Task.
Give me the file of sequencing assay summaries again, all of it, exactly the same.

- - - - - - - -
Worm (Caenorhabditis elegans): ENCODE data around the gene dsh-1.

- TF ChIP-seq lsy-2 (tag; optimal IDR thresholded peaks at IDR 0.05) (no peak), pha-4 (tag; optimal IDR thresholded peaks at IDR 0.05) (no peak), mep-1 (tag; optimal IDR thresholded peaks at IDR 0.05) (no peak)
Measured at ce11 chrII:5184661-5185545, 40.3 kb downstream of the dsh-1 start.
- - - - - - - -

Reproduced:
Worm (Caenorhabditis elegans): ENCODE data around the gene dsh-1.

- TF ChIP-seq lsy-2 (tag; optimal IDR thresholded peaks at IDR 0.05) (no peak), pha-4 (tag; optimal IDR thresholded peaks at IDR 0.05) (no peak), mep-1 (tag; optimal IDR thresholded peaks at IDR 0.05) (no peak)
Measured at ce11 chrII:5184661-5185545, 40.3 kb downstream of the dsh-1 start.